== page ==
Stimulus Package Could Pass Senate This Weekend — When You'll Get Checks

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This story is developing.

The long and winding road of Joe Biden’s $1.9 trillion COVID-19 relief package looks like it’s finally coming to an end. But questions remain as to what will likely be in the final version of the bill.

Here’s what you need to know about where things stand in Congress, what happens next, and what it all means for the stimulus payment you’ve been promised, and when it will arrive.

What’s happening in the Senate?

In a party-line vote, the Senate voted to open debate on the $1.9 trillion COVID-19 relief package yesterday. That vote opened the door for a vote-a-rama today, a process in which any member can propose an amendment, typically give a short speech and command a roll call vote of the entire chamber. It’s going to be a marathon that no one likes, one whose only real purpose is to force members into tough votes since none of the amendments are binding. But it’s part of the budget reconciliation process, and if the GOP refuses to work with the Democrats and the Democrats refuse to abolish the filibuster then it’s going to be a recurring event on the Senate calendar if the Democrats want to pass anything substantive.

What’s in the Senate bill?

On the off chance you didn’t spend 10 hours and 44 minutes listening to the Senate clerks read all 628 pages of the bill per Sen. Ron Johnson’s petulant but orderly request, here’s some of what’s in it.

  • The third round of stimulus payments

  • An expanded child tax credit to become a monthly cash allowance

  • An extension of unemployment benefits through September

  • $350 billion for state and local government aid, some of which is earmarked for capital projects

  • $130 billion to help reopen schools and colleges

  • $30 billion in assistance for renters and landlords

  • $50 billion for small business assistance

  • $160 billion for vaccine development and distribution

After early talks with Republicans didn’t go anywhere, Biden and Senate Dems elected to use the budget reconciliation process, so the bill as it currently stands is the product of intraparty deliberation, not a bipartisan process.

What isn’t in the bill?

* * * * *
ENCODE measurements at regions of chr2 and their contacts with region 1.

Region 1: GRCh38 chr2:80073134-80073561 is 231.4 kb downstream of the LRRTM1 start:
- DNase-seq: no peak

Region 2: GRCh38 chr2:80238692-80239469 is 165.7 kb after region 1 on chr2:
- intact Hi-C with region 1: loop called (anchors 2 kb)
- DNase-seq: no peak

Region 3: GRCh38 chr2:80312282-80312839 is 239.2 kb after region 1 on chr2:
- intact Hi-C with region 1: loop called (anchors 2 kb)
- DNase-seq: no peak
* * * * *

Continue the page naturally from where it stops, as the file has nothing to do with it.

The big thing that’s missing from the version of the bill the Senate is debating today is a gradual, long-overdue minimum wage increase to $15 an hour. The Senate parliamentarian advised the Democrats, in a non-binding ruling, that it wasn’t allowed under the rules of budget reconciliation. Sen. Bernie Sanders will offer the minimum wage as an amendment. Every Republican and eight Democrats voted against it, so it will not be included in the final bill.

Also missing are the original more generous versions of the stimulus payment. The stimulus was trimmed from $2,000 to $1,400, then the upper-income limit was lowered to $100,000, and then it was lowered to $80,000, cutting 12 million people off from the benefit.

The unemployment benefit was supposed to increase the weekly payment to $400 and extend the benefit through August. But at the last minute, Sen. Tom Carper proposed a change. His plan would make it a $300/week payment that will be extended through September. According to some analysts, although this looks like a less generous offer in the stimulus package, it could actually put more cash in people’s pockets.

Elizabeth Pancotti, a policy director at Employ America, noted that while $2,400 in federal pandemic unemployment insurance was deducted from the bill, the average worker, with the combination of longer-running unemployment insurance and more tax forgiveness, will have about $1,620 more in their wallets than in the House version of the bill.

But for that to happen, Sen. Joe Manchin would have to sign on, something that he has yet to do. In fact, Manchin is being courted by GOP Sen. Rob Portman, who was pushing an extension at $300 a week only in to July.

Will it pass the Senate?

Almost certainly. No member of the Democrat caucus, even the progressives peeved at the conservative changes to the bill, wants to block the entire massive bill for both policy and political reasons. There’s even an outside shot that Sen. Lisa Murkowski, Republican of Alaska, could vote for the bill, which provides more funding for the tourism industry and aid to smaller population states, two of her priorities.

What happens next?

Assuming the Senate passes the bill, likely on Saturday morning, it will go back to the House, which has to approve the Senate’s version of the bill, which differs from the one it already passed. They will likely pass it again next week, the final step before Biden can sign it into law by March 14th — which is when you can expect stimulus checks to start going out.

His next legislative priority? A plan to correct the abysmal state of America’s infrastructure.

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